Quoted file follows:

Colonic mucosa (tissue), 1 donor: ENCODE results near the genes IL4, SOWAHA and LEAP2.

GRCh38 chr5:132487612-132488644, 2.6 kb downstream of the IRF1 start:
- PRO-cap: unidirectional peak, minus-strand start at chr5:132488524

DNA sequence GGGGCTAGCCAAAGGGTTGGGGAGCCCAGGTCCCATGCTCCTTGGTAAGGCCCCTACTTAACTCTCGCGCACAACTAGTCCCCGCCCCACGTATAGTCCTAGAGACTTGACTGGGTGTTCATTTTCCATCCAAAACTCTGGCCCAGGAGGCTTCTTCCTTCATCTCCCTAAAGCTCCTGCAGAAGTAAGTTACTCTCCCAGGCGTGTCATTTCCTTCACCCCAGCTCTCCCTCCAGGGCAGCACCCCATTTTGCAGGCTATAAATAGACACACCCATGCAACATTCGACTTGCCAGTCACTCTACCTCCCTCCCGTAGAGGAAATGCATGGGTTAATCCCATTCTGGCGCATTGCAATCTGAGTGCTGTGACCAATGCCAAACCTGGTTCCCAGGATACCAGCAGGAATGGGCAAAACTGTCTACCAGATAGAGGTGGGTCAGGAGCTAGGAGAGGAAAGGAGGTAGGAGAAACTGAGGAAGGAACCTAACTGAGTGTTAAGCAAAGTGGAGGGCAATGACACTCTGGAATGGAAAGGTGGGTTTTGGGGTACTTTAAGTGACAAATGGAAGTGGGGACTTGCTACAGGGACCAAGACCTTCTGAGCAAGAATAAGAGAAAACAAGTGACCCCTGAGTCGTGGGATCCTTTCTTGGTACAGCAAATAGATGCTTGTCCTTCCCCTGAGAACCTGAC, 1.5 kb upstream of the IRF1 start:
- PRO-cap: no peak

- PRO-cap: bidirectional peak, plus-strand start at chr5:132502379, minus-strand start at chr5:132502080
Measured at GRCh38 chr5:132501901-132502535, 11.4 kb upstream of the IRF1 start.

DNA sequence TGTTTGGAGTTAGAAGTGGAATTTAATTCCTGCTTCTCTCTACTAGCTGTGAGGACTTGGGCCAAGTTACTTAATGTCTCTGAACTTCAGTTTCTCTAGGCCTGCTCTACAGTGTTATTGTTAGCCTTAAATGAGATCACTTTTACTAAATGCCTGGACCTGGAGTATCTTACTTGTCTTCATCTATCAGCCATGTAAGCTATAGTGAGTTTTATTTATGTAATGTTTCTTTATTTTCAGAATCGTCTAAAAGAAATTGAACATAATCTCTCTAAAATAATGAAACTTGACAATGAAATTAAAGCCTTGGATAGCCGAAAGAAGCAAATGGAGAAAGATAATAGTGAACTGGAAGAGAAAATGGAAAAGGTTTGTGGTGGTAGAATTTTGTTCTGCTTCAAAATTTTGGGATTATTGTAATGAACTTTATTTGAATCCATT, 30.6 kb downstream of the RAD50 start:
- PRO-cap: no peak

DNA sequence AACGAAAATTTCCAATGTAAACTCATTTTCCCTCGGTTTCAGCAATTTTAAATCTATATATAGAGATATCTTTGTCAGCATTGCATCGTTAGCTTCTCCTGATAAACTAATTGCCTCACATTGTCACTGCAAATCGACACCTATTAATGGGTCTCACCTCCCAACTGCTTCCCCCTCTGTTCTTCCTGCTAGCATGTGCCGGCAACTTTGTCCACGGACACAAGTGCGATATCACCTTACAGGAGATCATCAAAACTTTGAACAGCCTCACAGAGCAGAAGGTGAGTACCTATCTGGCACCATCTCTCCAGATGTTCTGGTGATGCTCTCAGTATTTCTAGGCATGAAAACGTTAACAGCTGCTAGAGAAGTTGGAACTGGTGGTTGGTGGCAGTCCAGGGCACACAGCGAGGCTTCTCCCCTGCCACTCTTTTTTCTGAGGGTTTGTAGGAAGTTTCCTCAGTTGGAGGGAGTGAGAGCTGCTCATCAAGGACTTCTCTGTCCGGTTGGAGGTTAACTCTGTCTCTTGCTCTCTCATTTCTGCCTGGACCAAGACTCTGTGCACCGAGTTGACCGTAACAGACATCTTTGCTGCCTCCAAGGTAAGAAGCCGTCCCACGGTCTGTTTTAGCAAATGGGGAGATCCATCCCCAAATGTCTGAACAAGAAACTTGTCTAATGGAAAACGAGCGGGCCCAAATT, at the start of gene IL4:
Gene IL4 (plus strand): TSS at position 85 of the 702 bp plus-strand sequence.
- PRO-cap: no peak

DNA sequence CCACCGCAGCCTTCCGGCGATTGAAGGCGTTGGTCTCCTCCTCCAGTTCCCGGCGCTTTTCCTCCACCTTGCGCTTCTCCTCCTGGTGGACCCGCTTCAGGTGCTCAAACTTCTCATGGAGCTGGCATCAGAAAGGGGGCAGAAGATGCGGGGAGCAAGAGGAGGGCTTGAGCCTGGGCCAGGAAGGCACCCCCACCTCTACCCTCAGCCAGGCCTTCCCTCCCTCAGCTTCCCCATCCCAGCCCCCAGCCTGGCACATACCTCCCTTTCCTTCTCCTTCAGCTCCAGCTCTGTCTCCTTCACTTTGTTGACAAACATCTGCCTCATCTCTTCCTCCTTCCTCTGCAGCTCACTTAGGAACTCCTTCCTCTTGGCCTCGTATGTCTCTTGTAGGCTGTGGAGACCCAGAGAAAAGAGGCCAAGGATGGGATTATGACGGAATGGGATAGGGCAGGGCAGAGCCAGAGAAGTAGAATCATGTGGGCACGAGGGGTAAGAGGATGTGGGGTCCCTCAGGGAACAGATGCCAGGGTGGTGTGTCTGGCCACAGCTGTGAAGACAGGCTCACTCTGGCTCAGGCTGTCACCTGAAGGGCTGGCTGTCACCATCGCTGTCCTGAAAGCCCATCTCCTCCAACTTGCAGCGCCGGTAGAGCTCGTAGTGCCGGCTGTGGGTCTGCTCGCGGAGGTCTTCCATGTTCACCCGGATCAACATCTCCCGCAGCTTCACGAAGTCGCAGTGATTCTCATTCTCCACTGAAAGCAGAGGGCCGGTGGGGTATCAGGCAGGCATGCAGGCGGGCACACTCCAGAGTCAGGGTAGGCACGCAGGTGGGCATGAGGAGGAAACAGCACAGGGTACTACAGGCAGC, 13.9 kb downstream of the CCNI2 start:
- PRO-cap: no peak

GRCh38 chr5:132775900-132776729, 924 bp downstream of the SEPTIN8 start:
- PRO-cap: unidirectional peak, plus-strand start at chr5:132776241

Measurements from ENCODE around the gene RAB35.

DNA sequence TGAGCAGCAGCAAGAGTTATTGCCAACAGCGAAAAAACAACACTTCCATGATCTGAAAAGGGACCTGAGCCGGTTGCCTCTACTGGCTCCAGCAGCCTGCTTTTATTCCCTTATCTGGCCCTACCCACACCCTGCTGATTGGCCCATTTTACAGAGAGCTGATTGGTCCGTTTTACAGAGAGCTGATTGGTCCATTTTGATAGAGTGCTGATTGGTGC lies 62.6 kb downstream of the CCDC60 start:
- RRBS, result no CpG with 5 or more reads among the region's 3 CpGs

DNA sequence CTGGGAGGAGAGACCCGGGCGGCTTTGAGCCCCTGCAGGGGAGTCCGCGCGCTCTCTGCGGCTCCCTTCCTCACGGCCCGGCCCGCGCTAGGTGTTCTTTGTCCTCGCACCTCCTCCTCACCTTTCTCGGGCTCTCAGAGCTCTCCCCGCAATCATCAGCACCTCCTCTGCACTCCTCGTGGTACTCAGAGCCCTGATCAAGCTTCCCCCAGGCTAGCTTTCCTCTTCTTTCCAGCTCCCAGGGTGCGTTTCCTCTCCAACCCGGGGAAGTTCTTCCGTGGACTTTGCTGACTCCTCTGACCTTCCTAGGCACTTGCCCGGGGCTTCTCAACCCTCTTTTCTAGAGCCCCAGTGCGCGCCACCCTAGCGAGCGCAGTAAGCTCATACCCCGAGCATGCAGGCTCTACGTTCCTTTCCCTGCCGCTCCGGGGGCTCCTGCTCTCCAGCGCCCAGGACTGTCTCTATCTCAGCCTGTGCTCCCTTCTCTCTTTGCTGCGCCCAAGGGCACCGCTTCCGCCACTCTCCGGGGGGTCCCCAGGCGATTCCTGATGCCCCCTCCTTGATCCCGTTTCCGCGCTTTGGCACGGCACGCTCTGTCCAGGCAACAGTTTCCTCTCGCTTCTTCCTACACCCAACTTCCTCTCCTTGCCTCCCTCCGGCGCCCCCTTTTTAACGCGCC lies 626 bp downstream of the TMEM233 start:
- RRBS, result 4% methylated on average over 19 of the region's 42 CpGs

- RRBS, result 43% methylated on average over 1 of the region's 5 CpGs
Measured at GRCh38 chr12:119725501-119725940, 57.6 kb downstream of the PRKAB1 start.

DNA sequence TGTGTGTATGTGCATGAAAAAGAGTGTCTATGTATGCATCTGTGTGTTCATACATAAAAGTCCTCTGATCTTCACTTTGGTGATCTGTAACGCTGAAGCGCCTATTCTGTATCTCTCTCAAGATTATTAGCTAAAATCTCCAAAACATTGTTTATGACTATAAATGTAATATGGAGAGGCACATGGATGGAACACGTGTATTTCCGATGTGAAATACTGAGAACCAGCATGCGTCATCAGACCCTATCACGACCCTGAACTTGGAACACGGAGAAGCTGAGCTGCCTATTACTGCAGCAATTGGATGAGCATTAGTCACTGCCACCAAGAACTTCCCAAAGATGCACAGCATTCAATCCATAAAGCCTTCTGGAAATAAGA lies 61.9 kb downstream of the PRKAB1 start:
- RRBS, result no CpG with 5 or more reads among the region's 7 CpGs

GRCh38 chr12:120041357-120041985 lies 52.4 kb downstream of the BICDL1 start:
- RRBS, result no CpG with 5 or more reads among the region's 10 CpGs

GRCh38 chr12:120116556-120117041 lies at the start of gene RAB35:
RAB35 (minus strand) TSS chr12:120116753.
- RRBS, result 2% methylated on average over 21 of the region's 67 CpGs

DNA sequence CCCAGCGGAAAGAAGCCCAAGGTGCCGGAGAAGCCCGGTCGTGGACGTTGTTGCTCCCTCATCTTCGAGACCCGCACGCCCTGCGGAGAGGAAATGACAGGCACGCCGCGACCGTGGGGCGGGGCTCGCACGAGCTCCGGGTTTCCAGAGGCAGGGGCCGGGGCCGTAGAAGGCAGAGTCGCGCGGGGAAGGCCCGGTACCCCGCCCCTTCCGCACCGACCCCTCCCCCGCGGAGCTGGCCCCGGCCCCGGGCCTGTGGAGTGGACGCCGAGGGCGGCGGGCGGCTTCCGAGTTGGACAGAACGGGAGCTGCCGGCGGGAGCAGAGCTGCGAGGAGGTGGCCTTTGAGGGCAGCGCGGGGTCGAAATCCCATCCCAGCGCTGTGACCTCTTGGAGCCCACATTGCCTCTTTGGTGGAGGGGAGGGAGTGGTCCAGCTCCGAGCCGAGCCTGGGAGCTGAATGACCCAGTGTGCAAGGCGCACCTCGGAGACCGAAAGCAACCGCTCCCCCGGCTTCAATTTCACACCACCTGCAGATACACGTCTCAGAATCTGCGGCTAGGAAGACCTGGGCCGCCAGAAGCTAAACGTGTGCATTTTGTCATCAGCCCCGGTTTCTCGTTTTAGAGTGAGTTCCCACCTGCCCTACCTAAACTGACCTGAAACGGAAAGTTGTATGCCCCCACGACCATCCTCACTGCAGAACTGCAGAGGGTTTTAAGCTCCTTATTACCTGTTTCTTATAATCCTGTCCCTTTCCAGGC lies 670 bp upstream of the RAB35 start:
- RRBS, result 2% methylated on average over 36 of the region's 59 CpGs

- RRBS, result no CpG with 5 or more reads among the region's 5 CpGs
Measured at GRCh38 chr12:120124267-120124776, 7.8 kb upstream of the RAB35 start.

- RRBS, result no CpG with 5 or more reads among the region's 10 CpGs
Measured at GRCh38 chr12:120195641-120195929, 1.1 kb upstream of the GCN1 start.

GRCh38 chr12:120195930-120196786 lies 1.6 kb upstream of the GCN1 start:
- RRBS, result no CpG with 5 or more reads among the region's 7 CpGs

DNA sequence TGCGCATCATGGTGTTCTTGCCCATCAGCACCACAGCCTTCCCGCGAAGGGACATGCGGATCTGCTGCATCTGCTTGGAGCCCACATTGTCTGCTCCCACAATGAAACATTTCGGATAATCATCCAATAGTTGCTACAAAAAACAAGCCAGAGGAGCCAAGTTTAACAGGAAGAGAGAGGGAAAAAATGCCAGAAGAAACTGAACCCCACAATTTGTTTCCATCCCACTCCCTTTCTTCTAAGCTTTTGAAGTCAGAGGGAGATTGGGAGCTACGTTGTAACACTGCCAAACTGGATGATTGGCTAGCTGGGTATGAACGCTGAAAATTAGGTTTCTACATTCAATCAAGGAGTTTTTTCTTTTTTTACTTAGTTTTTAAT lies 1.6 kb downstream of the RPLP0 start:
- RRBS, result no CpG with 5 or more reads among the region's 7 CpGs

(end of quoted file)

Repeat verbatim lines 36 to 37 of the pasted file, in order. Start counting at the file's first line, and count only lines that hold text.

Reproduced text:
Measured at GRCh38 chr12:120195641-120195929, 1.1 kb upstream of the GCN1 start.

GRCh38 chr12:120195930-120196786 lies 1.6 kb upstream of the GCN1 start: